In a recent focus group conducted by Lake Research Partners (and cited in this report for the Campaign for Stronger Democracy), one participant said: “I don’t want to just watch it happen…I want to do something about it.” He was arguing that transparency–disclosing information about the government–is insufficient. A transparent government may still be beholden to wealthy special interests; knowing the gory details won’t enhance one’s trust, confidence, or willingness to participate. Lake Research Partners concluded that the public wants accountability, not transparency.
In a preliminary discussion of these results that I attended, Ellen Miller from the Sunlight Foundation insisted that transparency is a necessary precondition of accountability. Maybe, but it is not sufficient. If you are angry when politicians take money from wealthy interests, then knowing that both major party candidates accepted millions will only disempower you. It won’t change anything.
So we need accountability–but what does the public mean by that? Other research suggests that Americans don’t want a system of carrots and sticks for performance. They think of “accountability” in more personal and relational terms. Famous individuals who behave badly should be punished. Leaders should share our values and motivations. We should feel that we know or could know them personally. In a nation of 300 million, that either means mediated relationships (observed on TV) and anecdotal stories of public shame and punishment–neither of which we should trust–or it means fundamental structural reform. Campaign finance reform would help. Decentralizing power would give many more people opportunities to know and work with public officials. In practice, that could mean granting more power to school boards and juries.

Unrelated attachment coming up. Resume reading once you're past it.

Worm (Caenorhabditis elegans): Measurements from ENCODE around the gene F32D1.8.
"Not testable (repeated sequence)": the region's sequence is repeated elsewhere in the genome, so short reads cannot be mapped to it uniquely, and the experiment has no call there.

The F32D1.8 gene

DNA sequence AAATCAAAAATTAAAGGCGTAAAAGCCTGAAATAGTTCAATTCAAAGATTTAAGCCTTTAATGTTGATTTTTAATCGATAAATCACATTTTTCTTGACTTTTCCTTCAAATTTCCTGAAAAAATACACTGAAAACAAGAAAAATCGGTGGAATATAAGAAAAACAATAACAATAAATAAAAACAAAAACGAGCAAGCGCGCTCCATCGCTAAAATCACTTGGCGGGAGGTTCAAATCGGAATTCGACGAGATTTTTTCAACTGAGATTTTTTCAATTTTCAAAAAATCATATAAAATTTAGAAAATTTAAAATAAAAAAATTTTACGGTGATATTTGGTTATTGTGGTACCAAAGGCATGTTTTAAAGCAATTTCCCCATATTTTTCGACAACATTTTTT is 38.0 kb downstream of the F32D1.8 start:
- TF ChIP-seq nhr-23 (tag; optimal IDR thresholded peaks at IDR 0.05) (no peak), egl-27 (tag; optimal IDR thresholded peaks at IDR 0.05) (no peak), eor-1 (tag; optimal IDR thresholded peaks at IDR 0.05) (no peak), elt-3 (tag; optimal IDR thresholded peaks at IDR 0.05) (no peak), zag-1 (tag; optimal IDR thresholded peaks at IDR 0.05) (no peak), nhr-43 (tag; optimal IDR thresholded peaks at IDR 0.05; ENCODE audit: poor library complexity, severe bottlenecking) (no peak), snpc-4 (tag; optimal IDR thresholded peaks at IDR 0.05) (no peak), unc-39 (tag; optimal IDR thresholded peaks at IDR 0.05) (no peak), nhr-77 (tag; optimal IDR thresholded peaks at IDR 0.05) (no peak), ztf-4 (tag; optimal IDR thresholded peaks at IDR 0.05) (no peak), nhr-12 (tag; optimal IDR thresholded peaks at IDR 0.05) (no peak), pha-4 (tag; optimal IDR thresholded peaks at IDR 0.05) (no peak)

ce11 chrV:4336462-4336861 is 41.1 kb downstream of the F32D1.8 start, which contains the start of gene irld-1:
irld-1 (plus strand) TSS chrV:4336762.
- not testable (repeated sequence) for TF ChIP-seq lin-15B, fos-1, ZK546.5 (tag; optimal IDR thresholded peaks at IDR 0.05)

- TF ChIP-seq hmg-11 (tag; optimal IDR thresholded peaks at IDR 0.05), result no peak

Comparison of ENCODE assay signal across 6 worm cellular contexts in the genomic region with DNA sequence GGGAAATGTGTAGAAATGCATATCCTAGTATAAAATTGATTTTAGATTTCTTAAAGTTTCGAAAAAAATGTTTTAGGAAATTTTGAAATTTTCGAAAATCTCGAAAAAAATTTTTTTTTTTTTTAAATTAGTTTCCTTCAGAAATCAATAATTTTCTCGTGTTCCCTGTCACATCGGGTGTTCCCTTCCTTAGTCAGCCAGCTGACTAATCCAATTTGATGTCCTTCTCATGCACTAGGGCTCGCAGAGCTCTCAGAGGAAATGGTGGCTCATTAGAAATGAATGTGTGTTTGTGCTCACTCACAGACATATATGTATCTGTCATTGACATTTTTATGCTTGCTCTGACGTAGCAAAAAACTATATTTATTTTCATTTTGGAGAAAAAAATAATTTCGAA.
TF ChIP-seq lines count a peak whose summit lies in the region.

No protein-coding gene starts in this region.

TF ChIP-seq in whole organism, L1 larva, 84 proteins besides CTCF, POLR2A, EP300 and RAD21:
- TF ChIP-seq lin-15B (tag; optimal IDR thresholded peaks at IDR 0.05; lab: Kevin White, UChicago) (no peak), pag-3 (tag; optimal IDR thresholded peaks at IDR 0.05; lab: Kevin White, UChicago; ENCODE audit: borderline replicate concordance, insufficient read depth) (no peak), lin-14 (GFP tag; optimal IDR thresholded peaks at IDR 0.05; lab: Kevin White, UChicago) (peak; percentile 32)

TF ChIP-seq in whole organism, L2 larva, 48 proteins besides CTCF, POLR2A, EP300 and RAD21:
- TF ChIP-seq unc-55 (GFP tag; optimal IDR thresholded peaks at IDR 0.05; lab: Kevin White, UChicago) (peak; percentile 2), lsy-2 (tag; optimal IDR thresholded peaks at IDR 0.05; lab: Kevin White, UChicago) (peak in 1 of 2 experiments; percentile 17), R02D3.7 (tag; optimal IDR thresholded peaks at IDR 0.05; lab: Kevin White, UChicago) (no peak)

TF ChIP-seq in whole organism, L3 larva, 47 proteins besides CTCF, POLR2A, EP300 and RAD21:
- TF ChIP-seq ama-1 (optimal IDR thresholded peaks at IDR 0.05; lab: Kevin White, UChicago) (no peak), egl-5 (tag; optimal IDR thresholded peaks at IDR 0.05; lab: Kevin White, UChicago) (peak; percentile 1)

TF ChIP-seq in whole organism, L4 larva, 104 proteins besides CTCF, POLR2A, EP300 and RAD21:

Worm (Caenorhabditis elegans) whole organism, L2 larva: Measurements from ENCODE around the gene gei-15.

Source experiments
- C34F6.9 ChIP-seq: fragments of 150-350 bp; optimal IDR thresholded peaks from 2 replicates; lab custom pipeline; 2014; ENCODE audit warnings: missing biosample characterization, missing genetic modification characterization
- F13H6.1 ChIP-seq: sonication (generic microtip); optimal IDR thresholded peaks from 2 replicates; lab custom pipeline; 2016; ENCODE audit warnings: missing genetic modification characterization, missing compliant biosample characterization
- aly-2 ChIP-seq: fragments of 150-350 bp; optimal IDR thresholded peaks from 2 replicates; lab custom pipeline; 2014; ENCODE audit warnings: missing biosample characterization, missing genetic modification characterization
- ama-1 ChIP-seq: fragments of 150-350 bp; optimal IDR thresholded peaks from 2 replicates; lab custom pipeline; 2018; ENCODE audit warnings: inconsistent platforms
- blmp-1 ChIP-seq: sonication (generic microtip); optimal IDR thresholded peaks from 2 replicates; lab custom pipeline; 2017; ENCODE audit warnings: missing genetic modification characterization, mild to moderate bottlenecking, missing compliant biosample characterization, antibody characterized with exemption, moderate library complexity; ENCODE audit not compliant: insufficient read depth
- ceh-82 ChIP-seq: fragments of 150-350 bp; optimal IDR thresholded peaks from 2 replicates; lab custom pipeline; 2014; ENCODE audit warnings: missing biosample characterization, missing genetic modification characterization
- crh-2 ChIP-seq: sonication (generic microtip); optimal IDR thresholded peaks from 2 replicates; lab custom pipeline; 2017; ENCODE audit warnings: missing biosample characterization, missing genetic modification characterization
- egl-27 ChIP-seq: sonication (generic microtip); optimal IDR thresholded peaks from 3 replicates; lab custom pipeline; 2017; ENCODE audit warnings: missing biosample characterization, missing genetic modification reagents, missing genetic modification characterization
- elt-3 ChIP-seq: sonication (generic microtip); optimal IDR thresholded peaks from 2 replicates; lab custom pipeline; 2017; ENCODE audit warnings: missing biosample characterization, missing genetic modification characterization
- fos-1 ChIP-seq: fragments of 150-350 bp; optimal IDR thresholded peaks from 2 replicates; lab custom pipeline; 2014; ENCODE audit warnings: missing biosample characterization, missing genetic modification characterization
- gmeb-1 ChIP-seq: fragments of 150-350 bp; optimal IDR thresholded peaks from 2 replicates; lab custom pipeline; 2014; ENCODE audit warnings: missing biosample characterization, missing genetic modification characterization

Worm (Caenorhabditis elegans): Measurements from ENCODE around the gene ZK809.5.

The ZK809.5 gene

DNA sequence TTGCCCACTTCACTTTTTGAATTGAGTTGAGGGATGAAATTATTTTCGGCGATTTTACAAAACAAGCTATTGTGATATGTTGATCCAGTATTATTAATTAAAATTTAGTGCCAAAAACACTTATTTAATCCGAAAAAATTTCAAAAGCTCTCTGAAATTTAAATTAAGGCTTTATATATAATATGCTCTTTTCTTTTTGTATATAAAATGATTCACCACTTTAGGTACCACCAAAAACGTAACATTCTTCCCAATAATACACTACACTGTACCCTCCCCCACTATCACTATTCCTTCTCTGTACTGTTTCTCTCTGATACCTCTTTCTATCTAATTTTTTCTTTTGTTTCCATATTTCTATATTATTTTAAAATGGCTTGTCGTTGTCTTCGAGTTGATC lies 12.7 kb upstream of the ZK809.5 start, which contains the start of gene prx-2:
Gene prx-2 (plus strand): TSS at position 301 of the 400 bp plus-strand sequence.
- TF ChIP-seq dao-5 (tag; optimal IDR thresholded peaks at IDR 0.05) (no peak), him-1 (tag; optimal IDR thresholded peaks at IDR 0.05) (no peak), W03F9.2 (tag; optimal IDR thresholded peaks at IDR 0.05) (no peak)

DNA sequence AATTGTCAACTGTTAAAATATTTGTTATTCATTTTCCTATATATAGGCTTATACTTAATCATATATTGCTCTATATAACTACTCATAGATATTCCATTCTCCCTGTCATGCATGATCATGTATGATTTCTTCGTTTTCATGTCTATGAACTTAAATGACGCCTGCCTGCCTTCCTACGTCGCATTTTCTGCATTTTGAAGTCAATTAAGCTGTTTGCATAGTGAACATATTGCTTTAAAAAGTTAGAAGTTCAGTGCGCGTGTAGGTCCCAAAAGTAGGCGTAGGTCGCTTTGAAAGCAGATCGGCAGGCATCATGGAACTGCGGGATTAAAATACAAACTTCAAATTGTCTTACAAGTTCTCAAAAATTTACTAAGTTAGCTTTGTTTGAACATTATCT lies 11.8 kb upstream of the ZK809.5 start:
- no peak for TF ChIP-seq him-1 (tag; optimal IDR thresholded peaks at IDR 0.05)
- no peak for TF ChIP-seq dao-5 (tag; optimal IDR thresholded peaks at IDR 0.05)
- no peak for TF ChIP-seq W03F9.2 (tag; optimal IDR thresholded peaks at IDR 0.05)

Note that I have shifted–deliberately–from transparency to accountability and from there to active participation. I don’t believe there is any substitute for that.